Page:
Peter Navarro doesn't want you to buy toys that were made in China, because he believes they'll poison your children. He doesn't want you to buy pajamas sewn in China, because he thinks they could catch on fire. He doesn't want you to buy phones that were assembled in China, because he believes they could literally blow up. In fact, he doesn't want you to buy anything at all from China, because he thinks every dollar the country receives will be spent on trying to destroy the US.
Navarro isn't the disheveled eccentric you might find lurking on the fringes of a demonstration, eagerly trying to stuff handmade pamphlets about the perils of globalization into your palm. He's one of the most powerful economic officials in the Trump administration.
Navarro is the director of the National Trade Council, a newly created office in the White House. He's one of the main figures shaping the administration's trade policy as it struggles to balance the GOP's traditional commitment to free trade with Trump's stated belief that countries like China are gaming the system to improve their own economies at the expense of America's working class.
More from Vox:
House GOP deputy whip admits parts of Obamacare are actually good
What Donald Trump gets wrong (and right) about the unemployment rate
The lesson of Gorsuch and the nuclear option: 'Neither party has any incentive to compromise'
The stakes in the new administration's raging internal debate about trade are enormously high. If trade traditionalists like former Goldman Sachs President Gary Cohn, director of the National Economic Council, win out, the way Washington does trade could carry on fairly similarly to the way it has for decades.
But if Navarro and White House Chief Strategist Steve Bannon get their way, the Trump administration could potentially end up severely weakening the World Trade Organization and slapping big punitive tariffs on other countries in a forceful bid to restore American primacy in the trade world. Given that some of those tariffs could spark trade wars, it's not an exaggeration to say millions of American jobs hang in the balance. It's far from clear which side will ultimately prevail, but the president has taken Navarro's side during recent skirmishes in the West Wing over how to move forward on trade.
Superficially, the two men couldn't appear more different. Navarro is a Harvard-educated economist and tenured professor at the University of California with an eye for policy details. Trump is a brash businessman who loves being on television and proudly brandishes his ignorance of how public policy works.
But they have more in common than you'd think — indeed, Navarro's personality has been described by people close to him as a carbon copy of Trump's.
Navarro has a flair for showmanship and adversarial bravado, and he revels in defying the status quo. During his many unsuccessful runs for public office in California prior to coming to Washington, he developed a reputation for being less than fair in his use of smear tactics. "I still have some principles," Navarro wrote in San Diego Confidential in 1998. "But not as many as you might think because I don't have any concern at all about making stuff up about my opponent that isn't exactly true." He's already brought that ethos to the job, accusing vital allies like Germany of suppressing the value of the euro to gain a trade advantage over the US (something that Germany cannot, and is not, doing).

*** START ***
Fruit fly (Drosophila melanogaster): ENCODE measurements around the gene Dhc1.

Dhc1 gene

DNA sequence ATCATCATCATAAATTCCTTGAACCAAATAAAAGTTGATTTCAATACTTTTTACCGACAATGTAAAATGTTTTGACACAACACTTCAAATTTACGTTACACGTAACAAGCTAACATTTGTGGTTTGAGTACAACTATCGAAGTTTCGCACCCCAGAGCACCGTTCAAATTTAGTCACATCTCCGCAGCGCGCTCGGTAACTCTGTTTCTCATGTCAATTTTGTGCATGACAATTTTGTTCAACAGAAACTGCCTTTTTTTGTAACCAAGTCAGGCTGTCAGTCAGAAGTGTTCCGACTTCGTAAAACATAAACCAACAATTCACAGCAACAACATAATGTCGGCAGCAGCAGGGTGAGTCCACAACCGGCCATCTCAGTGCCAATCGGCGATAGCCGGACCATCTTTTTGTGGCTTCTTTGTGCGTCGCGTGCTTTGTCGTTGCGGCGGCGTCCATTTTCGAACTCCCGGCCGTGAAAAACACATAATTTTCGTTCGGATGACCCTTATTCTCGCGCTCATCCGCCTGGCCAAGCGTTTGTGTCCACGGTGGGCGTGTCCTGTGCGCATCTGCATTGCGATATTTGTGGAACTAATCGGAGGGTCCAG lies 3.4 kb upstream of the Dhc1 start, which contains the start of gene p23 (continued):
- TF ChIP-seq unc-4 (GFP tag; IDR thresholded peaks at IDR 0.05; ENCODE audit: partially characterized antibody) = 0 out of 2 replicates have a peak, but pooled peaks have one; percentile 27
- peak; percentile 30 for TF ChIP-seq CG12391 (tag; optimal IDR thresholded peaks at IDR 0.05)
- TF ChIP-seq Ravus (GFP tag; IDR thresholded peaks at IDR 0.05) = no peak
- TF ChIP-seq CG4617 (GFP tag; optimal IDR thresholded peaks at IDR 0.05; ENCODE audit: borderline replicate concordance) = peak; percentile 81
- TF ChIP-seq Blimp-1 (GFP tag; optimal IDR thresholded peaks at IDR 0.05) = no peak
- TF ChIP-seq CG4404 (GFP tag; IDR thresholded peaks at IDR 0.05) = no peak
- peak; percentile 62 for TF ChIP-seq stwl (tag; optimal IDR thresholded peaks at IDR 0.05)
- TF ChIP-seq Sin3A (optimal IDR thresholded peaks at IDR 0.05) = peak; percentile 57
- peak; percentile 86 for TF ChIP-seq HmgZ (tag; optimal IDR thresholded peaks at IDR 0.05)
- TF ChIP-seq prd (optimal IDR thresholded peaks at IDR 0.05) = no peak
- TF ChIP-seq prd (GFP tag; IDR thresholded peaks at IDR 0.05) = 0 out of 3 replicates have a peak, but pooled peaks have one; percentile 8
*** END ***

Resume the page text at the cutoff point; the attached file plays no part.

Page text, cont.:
"They're two peas in the pod, I'm telling you," Beckie Mann, who managed Navarro's unsuccessful bid for mayor of San Diego, told Politico magazine while comparing Trump and Navarro.
But their shared anxiety over China is where they connect most deeply, and it goes back many years. Trump lists Navarro's 2006 book The Coming China Wars as No. 6 on his list of "hundreds of books" he claims he's read about China. Trump was also a big fan of Death By China, Navarro's 2012 documentary that was based on the 2011 book he co-wrote with Greg Autry by the same name. In fact, Trump's praise for the film graces the top of the documentary's official website: "DEATH BY CHINA is right on. This important documentary depicts our problem with China with facts, figures and insight. I urge you to see it."
The image below, which features a dagger labeled "MADE IN CHINA," is an actual scene from the opening sequence of the documentary.
I read Death by China, Navarro's most iconic anti-China text, to get a better sense of his worldview — and what Trump finds so appealing about it. It's an important thing to understand, because Navarro will play a direct role in shaping the young administration's way of approaching America's only true global rival. He's already delivered a speech on how the trade deficit with China is a national security threat, and helped roll out an unprecedented executive order on bringing down the trade deficit that Chinese president Xi Jinping, who is visiting with Trump at Mar-a-Lago this week, is sure to have read as an aggressive gesture. (The White House did not respond to a request for comment on this article.)
But it turns out that Navarro's rabble-rousing in Washington about China and trade so far is fairly mild compared to the full scope of his beliefs about the country. Navarro is terrified by China, which he sees as a "heavily armed, totalitarian regime intent on regional hegemony and bent on global domination." He looks at it through the kind of lens that Washington once considered the Soviet Union.
And he'll be the first to tell you that the US should be ready to go to war with China at any moment.